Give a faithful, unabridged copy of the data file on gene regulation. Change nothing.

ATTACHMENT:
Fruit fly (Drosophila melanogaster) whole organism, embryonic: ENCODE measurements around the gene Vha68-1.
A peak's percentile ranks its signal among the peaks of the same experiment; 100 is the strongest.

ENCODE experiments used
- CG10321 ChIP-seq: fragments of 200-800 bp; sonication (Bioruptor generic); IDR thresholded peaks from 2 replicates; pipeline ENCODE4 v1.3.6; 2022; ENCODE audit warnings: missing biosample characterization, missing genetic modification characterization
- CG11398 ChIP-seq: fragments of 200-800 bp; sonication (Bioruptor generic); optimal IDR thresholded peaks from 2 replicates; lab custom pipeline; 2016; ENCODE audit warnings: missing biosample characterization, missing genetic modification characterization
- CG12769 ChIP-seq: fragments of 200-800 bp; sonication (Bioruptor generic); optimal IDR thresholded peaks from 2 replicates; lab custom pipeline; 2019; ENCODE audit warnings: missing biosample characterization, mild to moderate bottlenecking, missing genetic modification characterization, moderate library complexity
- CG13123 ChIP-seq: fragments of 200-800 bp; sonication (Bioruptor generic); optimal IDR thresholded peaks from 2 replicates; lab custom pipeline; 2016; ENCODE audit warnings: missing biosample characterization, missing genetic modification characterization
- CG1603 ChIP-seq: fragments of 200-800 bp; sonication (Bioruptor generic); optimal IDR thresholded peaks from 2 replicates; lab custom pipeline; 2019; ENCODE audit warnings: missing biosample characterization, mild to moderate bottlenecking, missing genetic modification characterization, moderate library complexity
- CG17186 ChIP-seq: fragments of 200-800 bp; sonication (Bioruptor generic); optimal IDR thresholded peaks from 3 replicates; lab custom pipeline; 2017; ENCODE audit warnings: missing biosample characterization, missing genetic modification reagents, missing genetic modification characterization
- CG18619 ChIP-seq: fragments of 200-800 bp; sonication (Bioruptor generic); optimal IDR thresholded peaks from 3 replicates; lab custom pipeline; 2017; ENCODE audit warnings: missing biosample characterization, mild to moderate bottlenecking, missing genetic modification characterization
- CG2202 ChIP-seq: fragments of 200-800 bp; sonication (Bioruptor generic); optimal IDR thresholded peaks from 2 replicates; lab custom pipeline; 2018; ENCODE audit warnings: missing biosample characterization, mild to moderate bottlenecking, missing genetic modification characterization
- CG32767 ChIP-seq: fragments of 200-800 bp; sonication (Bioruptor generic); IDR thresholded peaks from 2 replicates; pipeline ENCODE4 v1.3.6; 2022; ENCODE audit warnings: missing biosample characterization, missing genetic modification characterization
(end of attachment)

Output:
Fruit fly (Drosophila melanogaster) whole organism, embryonic: ENCODE measurements around the gene Vha68-1.
A peak's percentile ranks its signal among the peaks of the same experiment; 100 is the strongest.

ENCODE experiments used
- CG10321 ChIP-seq: fragments of 200-800 bp; sonication (Bioruptor generic); IDR thresholded peaks from 2 replicates; pipeline ENCODE4 v1.3.6; 2022; ENCODE audit warnings: missing biosample characterization, missing genetic modification characterization
- CG11398 ChIP-seq: fragments of 200-800 bp; sonication (Bioruptor generic); optimal IDR thresholded peaks from 2 replicates; lab custom pipeline; 2016; ENCODE audit warnings: missing biosample characterization, missing genetic modification characterization
- CG12769 ChIP-seq: fragments of 200-800 bp; sonication (Bioruptor generic); optimal IDR thresholded peaks from 2 replicates; lab custom pipeline; 2019; ENCODE audit warnings: missing biosample characterization, mild to moderate bottlenecking, missing genetic modification characterization, moderate library complexity
- CG13123 ChIP-seq: fragments of 200-800 bp; sonication (Bioruptor generic); optimal IDR thresholded peaks from 2 replicates; lab custom pipeline; 2016; ENCODE audit warnings: missing biosample characterization, missing genetic modification characterization
- CG1603 ChIP-seq: fragments of 200-800 bp; sonication (Bioruptor generic); optimal IDR thresholded peaks from 2 replicates; lab custom pipeline; 2019; ENCODE audit warnings: missing biosample characterization, mild to moderate bottlenecking, missing genetic modification characterization, moderate library complexity
- CG17186 ChIP-seq: fragments of 200-800 bp; sonication (Bioruptor generic); optimal IDR thresholded peaks from 3 replicates; lab custom pipeline; 2017; ENCODE audit warnings: missing biosample characterization, missing genetic modification reagents, missing genetic modification characterization
- CG18619 ChIP-seq: fragments of 200-800 bp; sonication (Bioruptor generic); optimal IDR thresholded peaks from 3 replicates; lab custom pipeline; 2017; ENCODE audit warnings: missing biosample characterization, mild to moderate bottlenecking, missing genetic modification characterization
- CG2202 ChIP-seq: fragments of 200-800 bp; sonication (Bioruptor generic); optimal IDR thresholded peaks from 2 replicates; lab custom pipeline; 2018; ENCODE audit warnings: missing biosample characterization, mild to moderate bottlenecking, missing genetic modification characterization
- CG32767 ChIP-seq: fragments of 200-800 bp; sonication (Bioruptor generic); IDR thresholded peaks from 2 replicates; pipeline ENCODE4 v1.3.6; 2022; ENCODE audit warnings: missing biosample characterization, missing genetic modification characterization